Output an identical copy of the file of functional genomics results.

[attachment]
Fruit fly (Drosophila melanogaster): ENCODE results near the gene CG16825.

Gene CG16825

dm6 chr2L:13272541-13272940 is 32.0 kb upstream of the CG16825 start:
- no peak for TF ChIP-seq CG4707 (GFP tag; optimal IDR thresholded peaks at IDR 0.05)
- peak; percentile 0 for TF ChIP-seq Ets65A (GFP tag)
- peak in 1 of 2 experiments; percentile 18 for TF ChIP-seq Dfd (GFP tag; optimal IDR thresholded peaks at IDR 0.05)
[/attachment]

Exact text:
Fruit fly (Drosophila melanogaster): ENCODE results near the gene CG16825.

Gene CG16825

dm6 chr2L:13272541-13272940 is 32.0 kb upstream of the CG16825 start:
- no peak for TF ChIP-seq CG4707 (GFP tag; optimal IDR thresholded peaks at IDR 0.05)
- peak; percentile 0 for TF ChIP-seq Ets65A (GFP tag)
- peak in 1 of 2 experiments; percentile 18 for TF ChIP-seq Dfd (GFP tag; optimal IDR thresholded peaks at IDR 0.05)